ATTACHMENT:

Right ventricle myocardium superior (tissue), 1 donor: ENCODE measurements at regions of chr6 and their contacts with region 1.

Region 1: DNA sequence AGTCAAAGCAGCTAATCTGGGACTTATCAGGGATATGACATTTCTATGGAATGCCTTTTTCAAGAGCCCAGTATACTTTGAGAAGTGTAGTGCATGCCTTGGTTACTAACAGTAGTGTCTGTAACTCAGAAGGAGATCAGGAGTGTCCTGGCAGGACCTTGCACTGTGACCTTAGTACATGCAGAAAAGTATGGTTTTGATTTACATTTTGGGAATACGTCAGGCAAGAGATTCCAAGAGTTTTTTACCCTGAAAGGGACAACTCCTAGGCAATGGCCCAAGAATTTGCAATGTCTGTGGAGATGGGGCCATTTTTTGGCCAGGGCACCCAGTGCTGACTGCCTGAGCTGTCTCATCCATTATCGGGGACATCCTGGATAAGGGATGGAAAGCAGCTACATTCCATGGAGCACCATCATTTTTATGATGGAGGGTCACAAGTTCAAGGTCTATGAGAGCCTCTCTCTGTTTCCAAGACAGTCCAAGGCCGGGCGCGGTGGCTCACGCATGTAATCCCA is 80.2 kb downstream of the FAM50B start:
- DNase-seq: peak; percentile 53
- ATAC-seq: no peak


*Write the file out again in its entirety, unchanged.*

Right ventricle myocardium superior (tissue), 1 donor: ENCODE measurements at regions of chr6 and their contacts with region 1.

Region 1: DNA sequence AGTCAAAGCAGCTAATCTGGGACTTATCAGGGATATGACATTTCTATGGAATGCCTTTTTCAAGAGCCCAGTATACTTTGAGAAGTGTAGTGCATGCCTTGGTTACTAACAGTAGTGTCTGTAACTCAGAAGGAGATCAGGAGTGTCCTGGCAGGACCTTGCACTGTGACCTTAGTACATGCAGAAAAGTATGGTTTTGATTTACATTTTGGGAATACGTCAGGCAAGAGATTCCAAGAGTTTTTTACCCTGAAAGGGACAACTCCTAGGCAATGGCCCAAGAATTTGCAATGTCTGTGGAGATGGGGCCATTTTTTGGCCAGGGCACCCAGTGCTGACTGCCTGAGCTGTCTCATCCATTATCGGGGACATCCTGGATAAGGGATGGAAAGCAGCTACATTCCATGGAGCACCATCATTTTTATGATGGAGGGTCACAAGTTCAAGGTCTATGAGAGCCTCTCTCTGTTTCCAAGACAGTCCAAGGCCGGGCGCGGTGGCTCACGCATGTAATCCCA is 80.2 kb downstream of the FAM50B start:
- DNase-seq: peak; percentile 53
- ATAC-seq: no peak